- The remains of a Drive-In Theatre in Decatur Indiana. The screen overlooks a man-made pond built for a local church that separates it from the foundation that once held the projector and snack bar.
I drove by a giant white board. I wasn't sure if it was just an old billboard or maybe the sign of a forgotten Drive-In Theatre. The lot surrounding it was home to a church and man-made pond. I pulled into the church parking lot and got out of the car, walking up to a man who was getting into his. I intorduced myself, explained what I was doing and asked what the board was. The man informed me it had been a drive in and kindly invited me to stick around and take as many photos as I wanted. It was my favorite thing that I had seen so far and the man in the parking lot summed it up best. "It's a little piece of Americana."
- Decatur, Indiana industry.
Decatur slowly turned to the outskirts of Ft. Wayne. Industry and abandoned drive-in screens turned to shuttered shopping centers and liquor stores before eventually reaching downtown. I met up with the rest of my family to enjoy the family reunion and a Ft. Wayne Tin Caps baseball game.
- Fort Wayne, Indiana abandoned Cap N' Cork.
As soon as it was over, I had to head back, I worked the next day. What is normally a 3.5 hour drive had been a 5.5 hour drive for me with all the stops I made. I figured the road home would be a lot quicker. I was tired, had my coffee and chili peppers album and figured I'd just fly back to Cincinnati as quick as my car and a lack of police officers on the side of the road would let me.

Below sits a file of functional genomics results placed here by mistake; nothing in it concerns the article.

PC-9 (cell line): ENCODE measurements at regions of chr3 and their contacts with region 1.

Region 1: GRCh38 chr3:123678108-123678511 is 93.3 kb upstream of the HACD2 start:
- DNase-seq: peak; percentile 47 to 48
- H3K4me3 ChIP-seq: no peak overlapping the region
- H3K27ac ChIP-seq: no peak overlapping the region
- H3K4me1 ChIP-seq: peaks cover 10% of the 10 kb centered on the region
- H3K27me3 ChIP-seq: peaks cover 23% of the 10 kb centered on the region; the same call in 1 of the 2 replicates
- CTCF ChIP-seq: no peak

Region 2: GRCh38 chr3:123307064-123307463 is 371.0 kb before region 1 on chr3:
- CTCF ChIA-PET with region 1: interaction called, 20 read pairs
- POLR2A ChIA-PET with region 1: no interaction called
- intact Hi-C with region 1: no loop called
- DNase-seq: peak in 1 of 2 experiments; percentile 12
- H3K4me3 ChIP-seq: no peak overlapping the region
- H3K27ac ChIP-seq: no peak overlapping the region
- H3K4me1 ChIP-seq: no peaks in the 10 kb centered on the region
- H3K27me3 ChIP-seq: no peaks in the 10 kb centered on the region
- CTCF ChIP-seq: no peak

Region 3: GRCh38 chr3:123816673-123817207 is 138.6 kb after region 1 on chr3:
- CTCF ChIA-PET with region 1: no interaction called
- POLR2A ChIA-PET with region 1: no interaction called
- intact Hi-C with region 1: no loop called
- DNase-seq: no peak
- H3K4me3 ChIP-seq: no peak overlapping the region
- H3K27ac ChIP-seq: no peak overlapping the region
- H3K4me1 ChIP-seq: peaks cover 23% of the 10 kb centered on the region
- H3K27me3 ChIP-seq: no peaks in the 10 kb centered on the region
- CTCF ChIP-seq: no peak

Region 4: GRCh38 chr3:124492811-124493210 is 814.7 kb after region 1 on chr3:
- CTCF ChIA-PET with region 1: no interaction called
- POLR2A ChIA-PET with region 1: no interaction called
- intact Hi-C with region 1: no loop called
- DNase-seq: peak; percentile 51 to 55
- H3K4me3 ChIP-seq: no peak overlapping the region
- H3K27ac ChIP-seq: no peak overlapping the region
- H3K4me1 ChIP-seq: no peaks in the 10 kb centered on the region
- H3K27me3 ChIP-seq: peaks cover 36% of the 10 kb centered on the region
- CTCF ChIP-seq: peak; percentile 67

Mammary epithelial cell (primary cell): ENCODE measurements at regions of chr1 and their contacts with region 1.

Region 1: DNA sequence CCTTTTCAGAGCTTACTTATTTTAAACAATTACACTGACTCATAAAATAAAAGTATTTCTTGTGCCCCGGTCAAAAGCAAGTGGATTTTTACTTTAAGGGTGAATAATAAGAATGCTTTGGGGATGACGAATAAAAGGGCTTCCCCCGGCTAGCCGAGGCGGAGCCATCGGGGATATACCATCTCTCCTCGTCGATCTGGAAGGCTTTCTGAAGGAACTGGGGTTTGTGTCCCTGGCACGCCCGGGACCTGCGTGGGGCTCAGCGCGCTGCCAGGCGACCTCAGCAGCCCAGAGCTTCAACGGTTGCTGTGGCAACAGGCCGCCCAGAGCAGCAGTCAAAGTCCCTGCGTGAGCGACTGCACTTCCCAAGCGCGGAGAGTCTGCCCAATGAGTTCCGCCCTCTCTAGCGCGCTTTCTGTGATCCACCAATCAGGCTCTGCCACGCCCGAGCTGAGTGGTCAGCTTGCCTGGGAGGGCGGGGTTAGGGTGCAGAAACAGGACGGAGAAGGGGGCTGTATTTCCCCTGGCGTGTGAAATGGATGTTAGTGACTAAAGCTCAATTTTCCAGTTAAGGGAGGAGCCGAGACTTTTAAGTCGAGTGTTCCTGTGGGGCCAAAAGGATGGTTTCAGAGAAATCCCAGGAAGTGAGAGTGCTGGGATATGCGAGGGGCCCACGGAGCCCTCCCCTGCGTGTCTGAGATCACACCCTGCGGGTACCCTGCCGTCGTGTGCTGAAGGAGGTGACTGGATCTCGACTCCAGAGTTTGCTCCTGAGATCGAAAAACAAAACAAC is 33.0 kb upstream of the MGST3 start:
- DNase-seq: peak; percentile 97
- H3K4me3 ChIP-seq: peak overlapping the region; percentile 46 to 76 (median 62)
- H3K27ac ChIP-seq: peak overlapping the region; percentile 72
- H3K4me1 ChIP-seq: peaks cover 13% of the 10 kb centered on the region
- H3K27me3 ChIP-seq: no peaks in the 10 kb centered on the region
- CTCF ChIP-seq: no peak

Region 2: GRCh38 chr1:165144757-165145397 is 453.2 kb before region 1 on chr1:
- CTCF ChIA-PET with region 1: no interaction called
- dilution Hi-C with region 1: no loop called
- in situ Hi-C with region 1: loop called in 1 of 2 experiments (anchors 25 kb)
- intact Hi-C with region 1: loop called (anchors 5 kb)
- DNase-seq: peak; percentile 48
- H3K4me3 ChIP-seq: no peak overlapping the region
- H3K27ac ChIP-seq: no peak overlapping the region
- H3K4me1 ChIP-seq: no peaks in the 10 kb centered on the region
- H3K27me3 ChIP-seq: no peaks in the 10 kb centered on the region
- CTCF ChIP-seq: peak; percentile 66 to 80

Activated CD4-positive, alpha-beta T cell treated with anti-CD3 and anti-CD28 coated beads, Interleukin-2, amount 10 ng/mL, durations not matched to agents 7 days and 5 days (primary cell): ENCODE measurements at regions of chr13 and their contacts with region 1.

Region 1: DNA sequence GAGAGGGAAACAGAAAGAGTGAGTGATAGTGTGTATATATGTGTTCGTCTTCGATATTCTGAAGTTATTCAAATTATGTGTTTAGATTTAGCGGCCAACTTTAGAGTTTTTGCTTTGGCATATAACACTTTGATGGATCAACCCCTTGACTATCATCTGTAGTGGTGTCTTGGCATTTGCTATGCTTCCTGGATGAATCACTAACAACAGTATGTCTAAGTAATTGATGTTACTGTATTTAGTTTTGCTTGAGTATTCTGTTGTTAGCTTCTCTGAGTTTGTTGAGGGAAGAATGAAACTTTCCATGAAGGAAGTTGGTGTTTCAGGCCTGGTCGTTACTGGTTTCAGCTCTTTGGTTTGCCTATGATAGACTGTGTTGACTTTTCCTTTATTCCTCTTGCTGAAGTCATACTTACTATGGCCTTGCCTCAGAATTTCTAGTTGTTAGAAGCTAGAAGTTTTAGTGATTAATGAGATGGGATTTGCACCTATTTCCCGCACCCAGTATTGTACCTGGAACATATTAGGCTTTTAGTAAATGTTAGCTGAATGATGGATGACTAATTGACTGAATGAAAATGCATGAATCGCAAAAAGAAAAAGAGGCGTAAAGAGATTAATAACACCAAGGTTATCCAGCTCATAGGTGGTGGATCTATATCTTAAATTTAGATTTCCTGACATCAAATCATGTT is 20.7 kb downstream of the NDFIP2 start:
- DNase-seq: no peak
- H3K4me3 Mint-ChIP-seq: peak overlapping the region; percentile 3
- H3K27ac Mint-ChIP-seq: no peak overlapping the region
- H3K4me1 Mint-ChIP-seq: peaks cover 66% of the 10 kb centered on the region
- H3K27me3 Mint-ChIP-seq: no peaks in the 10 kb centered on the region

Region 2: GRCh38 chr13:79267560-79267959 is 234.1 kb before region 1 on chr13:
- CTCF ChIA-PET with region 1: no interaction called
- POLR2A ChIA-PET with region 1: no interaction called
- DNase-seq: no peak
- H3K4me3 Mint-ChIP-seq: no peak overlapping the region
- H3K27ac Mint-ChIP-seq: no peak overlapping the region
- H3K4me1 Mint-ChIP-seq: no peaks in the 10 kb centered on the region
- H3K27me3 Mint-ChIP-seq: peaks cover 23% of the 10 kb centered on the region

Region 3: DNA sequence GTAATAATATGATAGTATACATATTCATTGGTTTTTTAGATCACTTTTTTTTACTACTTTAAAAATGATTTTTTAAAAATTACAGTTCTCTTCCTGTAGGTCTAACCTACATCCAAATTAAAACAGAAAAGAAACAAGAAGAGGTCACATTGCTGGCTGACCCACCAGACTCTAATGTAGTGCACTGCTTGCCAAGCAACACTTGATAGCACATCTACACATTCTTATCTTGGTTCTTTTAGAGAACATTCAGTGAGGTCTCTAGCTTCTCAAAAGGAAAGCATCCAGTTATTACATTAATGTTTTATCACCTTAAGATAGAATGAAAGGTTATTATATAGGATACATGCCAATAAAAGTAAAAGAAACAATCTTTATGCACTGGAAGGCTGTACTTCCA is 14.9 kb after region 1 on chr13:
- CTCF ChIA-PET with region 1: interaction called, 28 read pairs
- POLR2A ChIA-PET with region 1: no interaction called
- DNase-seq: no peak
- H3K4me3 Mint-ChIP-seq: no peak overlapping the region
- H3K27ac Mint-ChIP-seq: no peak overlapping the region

I didn't expect to take anymore photos until I got out of Decatur and into the farm country where the stars were so bright, I couldn't ignore it. I've never seen so many stars in my life. I pulled to the side of the road and set up my tri-pod on the edge of a corn field. The photo is grainy and technically poor, but I like how it turned out. It was a fitting end to the trip.
- Stars over Decatur, Indiana.
I got home, fell asleep and woke up the next day for another mundane week of work and school.
Previous Update :: August 30, 2011 - "The Etheral Firmament of Class Bravo Airspace."